DL: In 1982, as I mentioned earlier, we signed the marketing agreement and TEL represented us. I went to Japan many, many times to go with the salespeople to visit customers and it went quite well. But a couple of years later we realized that perhaps at some point in time we would want to do some more locally in Japan to serve the customers so that was the beginning of the idea of a joint-venture. The product that we shipped to Japan was over time going to be made in Japan with whatever modifications that we see fit to make the Japanese customers happy…and that was TEL-Lam. The joint-venture was formed, I think about '83 or '84.

 

CA: And that was 50/50?

 

DL: It was a 50/50 joint-venture and the market, of course, is primarily Japan , not outside of Japan . Any shipment to outside of Japan , which happened later on in the decade, were all shipped from the U.S.

 

CA: Ultimately, was this strategy successful do you think, the joint-venture and the partnership?

 

DL: I thought it was. I think that without that we would not have been able to penetrate Japan as quickly as we did. Not only that, penetration is one thing. Being a leader in Japan is another thing. I think TEL has the marketing muscle, has the sales organization and, of course, the support organization too to combat not only the big company's etchers from the U.S., which later on became Applied Materials, but also the indigenous companies. Hitachi was making etchers. I think Toshiba was making some and several companies were making plasma etchers with similar design ideas so by getting in to work with TEL sooner we were able to dominate the market by the mid and late-‘80s.

 

CA: So the biggest competition for you was Applied in Japan ?

 

DL: Yes, that's correct.

 

CA: Could you just talk a little bit about [the late] Akira Inoue. He's a very respected figure. What were your observations about him?

 

DL: Yes. I got introduced to him by the head person in the United States . They have TEL America's office and [it was] run by Sam Kano. Kano-san was the one that I contacted first to convince him to come by Santa Clara…his office was in Sunnyvale at the time…to convince him to come over and take a look at us, even though they already have a vendor and so his first look at the equipment was a big surprise in terms of the design concept, in terms of compactness, in terms of the thought that went into repair and maintenance, as well as the automation, the level of automation. So all of those combined intrigued Kano-san who later on introduced me to Mr. Inoue.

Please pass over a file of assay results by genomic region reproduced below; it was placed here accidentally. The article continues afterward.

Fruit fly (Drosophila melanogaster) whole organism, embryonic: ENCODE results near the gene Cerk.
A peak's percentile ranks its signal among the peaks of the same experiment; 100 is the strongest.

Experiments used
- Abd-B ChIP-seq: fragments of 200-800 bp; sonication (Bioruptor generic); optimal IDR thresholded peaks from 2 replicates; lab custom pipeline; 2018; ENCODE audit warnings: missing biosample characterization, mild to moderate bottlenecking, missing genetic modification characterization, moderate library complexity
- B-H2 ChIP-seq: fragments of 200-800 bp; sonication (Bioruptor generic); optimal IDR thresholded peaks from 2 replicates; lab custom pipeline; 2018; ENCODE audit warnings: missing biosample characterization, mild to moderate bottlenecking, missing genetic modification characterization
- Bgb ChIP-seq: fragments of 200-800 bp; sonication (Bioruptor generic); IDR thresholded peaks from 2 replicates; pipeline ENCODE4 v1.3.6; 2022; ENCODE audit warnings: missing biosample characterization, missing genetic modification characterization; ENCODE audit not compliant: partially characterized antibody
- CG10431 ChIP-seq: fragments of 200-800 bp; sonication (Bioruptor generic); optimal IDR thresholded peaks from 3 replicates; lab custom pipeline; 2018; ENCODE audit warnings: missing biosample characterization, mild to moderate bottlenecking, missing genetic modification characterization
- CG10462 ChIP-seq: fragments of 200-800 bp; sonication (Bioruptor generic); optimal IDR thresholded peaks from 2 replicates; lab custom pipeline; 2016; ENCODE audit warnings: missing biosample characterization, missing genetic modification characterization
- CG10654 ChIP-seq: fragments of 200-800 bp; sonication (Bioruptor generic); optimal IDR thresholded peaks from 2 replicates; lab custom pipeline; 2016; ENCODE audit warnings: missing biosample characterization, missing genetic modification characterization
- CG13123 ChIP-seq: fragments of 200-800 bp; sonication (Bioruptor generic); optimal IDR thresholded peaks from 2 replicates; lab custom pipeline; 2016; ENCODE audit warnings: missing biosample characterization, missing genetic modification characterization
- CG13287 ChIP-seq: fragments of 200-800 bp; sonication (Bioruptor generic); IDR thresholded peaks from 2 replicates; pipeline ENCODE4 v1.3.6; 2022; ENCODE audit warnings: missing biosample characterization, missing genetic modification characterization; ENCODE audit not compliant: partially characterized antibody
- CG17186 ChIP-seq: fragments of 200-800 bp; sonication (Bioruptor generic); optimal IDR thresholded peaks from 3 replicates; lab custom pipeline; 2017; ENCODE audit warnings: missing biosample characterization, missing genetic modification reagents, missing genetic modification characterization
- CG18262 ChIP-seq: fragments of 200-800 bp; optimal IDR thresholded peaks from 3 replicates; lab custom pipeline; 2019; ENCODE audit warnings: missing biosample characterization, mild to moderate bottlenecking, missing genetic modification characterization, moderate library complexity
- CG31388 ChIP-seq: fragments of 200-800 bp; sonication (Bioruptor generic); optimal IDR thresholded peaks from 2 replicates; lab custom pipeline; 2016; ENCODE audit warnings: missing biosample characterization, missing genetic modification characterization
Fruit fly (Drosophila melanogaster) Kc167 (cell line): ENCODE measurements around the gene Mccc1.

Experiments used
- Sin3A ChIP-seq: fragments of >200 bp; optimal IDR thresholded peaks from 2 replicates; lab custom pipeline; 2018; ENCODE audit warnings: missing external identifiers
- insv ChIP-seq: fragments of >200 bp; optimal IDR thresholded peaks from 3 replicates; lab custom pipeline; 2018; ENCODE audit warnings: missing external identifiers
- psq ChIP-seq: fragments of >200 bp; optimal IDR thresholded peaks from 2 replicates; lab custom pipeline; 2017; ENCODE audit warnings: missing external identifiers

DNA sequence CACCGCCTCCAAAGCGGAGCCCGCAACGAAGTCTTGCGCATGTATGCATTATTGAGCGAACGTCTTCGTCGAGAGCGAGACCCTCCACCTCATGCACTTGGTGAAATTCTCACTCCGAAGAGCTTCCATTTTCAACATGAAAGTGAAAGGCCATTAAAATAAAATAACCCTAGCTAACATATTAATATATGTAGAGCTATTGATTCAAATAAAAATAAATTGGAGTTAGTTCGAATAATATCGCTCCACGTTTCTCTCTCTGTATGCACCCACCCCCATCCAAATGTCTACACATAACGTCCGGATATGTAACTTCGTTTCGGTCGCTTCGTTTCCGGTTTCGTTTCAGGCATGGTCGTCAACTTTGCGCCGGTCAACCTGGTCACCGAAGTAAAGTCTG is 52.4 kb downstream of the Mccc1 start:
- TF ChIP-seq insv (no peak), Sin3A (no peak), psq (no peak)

Now Inoue-san had negotiated with me on and off during that year and again only after we signed the agreement in mid-1982 did I start to work with him more closely. As you recall, he ran the semiconductor equipment, the capital equipment division which was the largest of all four divisions within TEL. TEL sells chips too [and] other things -- computers, certain kinds of computers. So because of that, that division turns out to be the fastest growing, the most important and, of course, later on Inoue-san became the head of TEL. I had tremendous respect for him and great pleasure working with him throughout the years when we launched the product in Japan .

 

CA: Just going back to the product strategy, did you ever consider or actually diversify beyond etch?

 

DL: Well, as a small company, even after we had gone public in 1984, we were still very small and I had always felt that there was so much more to grow in the plasma etch market. We were barely into polysilicon around the time when we went public. We had not introduced in any significant way the oxide etcher. We were working on that and initially [it] didn't do very well. So as a result, I was under the impression and I also felt that the market for etching was so large that I would want to be number one in that first before we would work on other markets such as CVD, for example, which is somewhat close but not the same.

 

CA: So you didn't try to introduce other products?

 

DL: I didn't try that but I think Lam Research later in the decade did try to move into epitaxial reactors by acquiring a company and also towards the end of the decade, or maybe early 1990s, Lam Research also went into CVD by acquiring a small outfit in Southern California . Unfortunately, neither one of those worked out very well.

 

CA: During your tenure, did you consider any acquisitions?

 

DL: I was on the board at that time when some of these acquisitions took place but I was not the CEO then.

 

CA: You just briefly talked about the IPO before. Any highlights about the IPO that you can recall?